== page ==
Social Networking Sites Help Spread a Rumor
Rumors have always been the poison of journalism. And Twitter can inject that poison directly into a community's fear.
We saw that play out this week as people on Twitter and Facebook started passing along along unconfirmed information via social media that spread like wildfire.
If you followed KOMU's online coverage of the University Hospital lockdown this week, you would have learned that the lockdown was a precautionary measure in response to a violent person who might try to gain access to the hospital.
But if you got your information from non-newsroom sources on Twitter and Facebook, you would have thought there was a gunman shooting on the MU campus.
"First thing I heard was a friend of mine updated his Facebook status -- said something about 'Are the dorms on lockdown?' and I guess they were trying to figure out exactly what was going on. They had heard about it from a friend of theirs and then after that I went and checked the MU Alert website and that it was just the hospital," says MU Student Aaron Wagner.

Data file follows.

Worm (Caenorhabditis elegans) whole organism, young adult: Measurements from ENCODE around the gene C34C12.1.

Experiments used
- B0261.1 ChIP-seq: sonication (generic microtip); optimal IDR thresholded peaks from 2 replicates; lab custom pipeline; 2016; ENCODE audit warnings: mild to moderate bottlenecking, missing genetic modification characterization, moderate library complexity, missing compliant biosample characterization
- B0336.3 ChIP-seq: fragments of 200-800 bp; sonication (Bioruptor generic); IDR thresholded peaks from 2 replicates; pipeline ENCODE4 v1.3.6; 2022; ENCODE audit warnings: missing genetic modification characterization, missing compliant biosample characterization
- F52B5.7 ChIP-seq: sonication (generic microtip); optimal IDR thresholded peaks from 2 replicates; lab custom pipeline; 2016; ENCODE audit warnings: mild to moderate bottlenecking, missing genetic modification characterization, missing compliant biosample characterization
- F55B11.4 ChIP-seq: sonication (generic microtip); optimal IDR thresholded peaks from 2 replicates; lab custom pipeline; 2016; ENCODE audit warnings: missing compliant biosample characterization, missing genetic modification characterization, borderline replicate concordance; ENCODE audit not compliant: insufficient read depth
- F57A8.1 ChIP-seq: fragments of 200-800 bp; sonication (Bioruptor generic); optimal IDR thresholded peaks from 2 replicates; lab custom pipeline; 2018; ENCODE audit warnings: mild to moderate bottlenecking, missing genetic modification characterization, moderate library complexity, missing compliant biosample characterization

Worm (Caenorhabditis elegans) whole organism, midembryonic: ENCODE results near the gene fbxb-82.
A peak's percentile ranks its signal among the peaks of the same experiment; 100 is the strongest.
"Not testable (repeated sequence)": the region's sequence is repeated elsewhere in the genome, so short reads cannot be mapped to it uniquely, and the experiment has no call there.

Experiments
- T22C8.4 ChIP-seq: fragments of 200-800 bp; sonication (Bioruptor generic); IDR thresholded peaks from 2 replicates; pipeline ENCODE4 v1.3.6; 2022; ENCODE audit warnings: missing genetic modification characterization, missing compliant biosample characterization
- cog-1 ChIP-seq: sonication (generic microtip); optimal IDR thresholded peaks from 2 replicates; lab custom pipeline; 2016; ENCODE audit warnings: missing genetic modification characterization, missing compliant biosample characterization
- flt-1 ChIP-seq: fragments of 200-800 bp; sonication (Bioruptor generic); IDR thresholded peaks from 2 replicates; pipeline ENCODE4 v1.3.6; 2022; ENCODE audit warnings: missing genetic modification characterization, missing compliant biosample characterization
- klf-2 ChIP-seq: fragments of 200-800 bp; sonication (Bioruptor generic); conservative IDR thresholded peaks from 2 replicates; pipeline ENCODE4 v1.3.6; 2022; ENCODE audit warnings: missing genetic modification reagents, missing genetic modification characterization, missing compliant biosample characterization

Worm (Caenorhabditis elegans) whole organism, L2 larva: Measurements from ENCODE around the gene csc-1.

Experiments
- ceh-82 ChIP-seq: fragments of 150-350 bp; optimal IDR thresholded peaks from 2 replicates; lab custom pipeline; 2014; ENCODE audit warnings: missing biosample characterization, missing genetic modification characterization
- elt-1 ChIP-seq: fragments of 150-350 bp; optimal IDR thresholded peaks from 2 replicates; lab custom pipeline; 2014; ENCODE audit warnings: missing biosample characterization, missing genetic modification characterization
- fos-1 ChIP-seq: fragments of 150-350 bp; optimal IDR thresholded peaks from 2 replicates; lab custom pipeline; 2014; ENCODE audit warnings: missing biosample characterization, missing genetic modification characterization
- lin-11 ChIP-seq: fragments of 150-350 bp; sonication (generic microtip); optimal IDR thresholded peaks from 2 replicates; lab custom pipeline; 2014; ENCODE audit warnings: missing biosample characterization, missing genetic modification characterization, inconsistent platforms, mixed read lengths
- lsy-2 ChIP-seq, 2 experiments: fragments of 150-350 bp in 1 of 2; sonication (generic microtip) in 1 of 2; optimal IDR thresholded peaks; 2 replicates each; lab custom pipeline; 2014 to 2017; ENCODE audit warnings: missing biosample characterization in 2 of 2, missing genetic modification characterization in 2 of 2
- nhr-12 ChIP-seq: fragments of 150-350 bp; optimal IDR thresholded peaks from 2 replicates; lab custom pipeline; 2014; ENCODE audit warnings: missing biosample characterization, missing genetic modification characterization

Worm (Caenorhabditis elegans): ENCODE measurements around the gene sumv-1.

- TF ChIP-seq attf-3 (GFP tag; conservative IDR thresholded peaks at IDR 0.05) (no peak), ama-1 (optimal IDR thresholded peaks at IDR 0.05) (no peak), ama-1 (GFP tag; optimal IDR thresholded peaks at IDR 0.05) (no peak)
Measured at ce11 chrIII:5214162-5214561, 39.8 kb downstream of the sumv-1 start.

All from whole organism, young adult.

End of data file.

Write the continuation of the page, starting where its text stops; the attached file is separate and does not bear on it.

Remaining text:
So when it comes to consuming social media, how do you know the information you receive is correct?
Your best bet is to follow news outlets, like KOMU, that are trained to pass along confirmed information from credible sources.
"The Radio Television Digital News Association has guidelines for social media use by the media, and they're very specific about how we use Tweets and Facebook posts and other things to make sure that we verify those. And it's almost like a police scanner traffic, we wouldn't report what we hear on the scanner but we would use it as a point to start our reporting," says Stacey Woelfel, KOMU 8 News Director.
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